Computer Love One of the best tunes ever composed by Kraftwerk, there’s something about the detached, alienated lyrics alongside one of electronica’s finest hooks that was to help shape much of eighties synth-pop. Predicting a future for dating that has very much come to pass, aided by a video that perfectly captures that colourful consumerist dystopian imagery of the decade. When Coldplay wished to use the track’s famous hook on their own track Talk they sent a request for permission to their lawyers, who sent it to Kraftwerk‘s official lawyers before finally receiving an envelope back containing a single sheet of paper with the word “Yes” written on it.

In reinventing the tune, the string quartet wisely choose to not mess with the hook, but instead refashion the track into a more frantic, driven procession. Less the sound of computer dating, than a passionate renaissance encounter. The two nerdiest people at the noble court sharing a giddy moment of desire.

Pocket Calculator Another feature of Kraftwerk was their multi-lingual nature. The band recorded many of their songs originally in German, before recording an English translation. (some tracks even had a further Spanish version). What’s interesting is that it is in the German where the band are at their most playful. They growl on Das Model and seem much closer to weeping on Computerliebe. It’s only when they move to English that they decided to stick to the single formula of a deliberately emotionless, more robotic voice. That, in the UK, has become part of what is known about them.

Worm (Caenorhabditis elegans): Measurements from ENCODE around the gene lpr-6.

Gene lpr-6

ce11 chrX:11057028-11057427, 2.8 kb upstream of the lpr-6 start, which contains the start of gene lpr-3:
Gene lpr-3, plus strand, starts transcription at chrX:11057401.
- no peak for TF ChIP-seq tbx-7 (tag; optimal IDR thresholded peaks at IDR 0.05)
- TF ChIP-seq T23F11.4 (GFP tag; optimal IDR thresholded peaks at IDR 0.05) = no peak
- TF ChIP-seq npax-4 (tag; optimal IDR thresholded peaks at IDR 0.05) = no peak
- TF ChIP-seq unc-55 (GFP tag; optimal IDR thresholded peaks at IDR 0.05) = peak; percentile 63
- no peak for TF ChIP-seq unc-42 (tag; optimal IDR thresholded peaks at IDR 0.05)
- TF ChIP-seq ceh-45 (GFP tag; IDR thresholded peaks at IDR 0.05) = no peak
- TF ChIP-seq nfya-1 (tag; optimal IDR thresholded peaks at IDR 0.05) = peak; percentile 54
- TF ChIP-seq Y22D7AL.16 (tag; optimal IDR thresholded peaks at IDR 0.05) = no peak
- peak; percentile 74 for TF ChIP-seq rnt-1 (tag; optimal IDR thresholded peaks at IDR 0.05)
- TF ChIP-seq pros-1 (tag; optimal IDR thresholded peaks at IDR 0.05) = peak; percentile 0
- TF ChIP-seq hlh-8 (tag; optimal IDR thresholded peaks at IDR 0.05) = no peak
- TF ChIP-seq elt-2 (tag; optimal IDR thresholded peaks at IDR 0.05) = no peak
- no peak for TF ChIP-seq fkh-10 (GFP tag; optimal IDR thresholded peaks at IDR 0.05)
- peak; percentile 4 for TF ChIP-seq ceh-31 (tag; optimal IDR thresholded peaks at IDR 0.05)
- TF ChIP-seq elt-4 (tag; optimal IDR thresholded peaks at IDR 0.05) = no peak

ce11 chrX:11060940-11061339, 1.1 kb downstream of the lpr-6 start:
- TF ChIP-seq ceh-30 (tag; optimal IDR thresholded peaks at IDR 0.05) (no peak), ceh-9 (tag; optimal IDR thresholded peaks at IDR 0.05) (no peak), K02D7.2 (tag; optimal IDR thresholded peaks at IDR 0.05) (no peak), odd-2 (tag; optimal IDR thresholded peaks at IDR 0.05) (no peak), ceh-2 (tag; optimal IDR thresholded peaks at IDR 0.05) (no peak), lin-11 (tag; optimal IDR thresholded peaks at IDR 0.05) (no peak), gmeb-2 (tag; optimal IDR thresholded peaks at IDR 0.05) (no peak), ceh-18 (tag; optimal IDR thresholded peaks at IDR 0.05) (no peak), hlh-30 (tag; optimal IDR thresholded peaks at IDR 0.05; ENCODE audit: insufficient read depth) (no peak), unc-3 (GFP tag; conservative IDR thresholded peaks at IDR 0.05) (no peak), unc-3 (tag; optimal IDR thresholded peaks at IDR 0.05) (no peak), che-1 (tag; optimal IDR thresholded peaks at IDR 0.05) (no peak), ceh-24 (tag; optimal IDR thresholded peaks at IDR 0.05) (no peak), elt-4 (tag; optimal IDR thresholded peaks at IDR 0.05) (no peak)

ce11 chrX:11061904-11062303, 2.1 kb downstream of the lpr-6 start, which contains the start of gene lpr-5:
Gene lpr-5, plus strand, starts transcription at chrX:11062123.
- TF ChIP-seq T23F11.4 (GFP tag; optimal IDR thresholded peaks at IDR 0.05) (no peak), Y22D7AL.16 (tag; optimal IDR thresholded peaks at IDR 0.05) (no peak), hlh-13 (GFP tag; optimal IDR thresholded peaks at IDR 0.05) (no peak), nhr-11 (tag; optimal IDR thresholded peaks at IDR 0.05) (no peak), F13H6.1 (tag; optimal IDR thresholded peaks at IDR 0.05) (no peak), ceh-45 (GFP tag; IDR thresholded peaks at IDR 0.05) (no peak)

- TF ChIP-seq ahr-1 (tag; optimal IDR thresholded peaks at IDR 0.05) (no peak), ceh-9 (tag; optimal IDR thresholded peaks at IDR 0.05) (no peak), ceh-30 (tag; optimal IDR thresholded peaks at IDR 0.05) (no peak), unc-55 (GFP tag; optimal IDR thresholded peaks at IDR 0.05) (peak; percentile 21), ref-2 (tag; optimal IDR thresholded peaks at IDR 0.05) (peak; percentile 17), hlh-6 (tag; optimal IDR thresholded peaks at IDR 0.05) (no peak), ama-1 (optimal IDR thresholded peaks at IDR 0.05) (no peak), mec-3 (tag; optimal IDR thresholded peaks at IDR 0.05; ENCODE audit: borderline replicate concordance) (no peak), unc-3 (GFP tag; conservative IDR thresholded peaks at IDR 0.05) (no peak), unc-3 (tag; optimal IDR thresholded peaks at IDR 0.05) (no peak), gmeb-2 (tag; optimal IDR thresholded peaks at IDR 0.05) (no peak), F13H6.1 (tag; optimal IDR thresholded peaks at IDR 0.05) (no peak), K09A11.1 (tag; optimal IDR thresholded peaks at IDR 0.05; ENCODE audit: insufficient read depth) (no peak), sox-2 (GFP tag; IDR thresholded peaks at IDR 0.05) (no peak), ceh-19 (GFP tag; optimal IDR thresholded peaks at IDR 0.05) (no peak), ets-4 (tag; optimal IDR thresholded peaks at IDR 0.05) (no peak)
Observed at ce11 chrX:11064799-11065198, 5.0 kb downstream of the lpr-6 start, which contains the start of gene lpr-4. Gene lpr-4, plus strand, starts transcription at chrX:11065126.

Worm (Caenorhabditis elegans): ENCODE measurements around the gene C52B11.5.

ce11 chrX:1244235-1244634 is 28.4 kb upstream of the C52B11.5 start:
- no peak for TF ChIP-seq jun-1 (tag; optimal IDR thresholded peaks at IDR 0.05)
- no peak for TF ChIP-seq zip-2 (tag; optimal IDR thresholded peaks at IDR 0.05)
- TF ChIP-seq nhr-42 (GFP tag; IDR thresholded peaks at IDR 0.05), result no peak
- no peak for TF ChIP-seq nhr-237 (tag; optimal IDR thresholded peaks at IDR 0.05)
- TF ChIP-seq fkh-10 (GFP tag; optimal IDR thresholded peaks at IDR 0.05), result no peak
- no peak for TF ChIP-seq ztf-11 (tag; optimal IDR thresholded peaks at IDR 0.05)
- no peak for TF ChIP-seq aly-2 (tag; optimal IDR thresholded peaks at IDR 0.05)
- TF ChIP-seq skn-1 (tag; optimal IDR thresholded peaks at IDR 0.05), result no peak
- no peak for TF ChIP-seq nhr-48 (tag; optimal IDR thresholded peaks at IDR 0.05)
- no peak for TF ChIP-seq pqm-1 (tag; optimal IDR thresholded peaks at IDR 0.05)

And it’s this tone that The Balanescu Quartet adopt for the only cover where they perform the lyrics. It works, in part because the performance is also so stark – single instruments and a simple beat. A composed, deep voice celebrating the joys of calculating.

The rest of the Balanescu Quartet album has a couple of original compositions by Balanescu himself, and a truly wondrous reimaging of David Byrne‘s “Hanging Upside-Down”. As the futuristic format of the CD disappears into the musical bargain bin of pop culture history, I haven’t listened to any of this for ages. But, inspired by recent Six Damn Fine Degrees articles, I went searching and eventually found my original copy. Then after finding a CD drive that could connect to this laptop – and then connecting this laptop to speakers – I was able to create a curiously nostalgic experience. The future as dated experience. Like playing Kraftwerk on classical stringed instruments.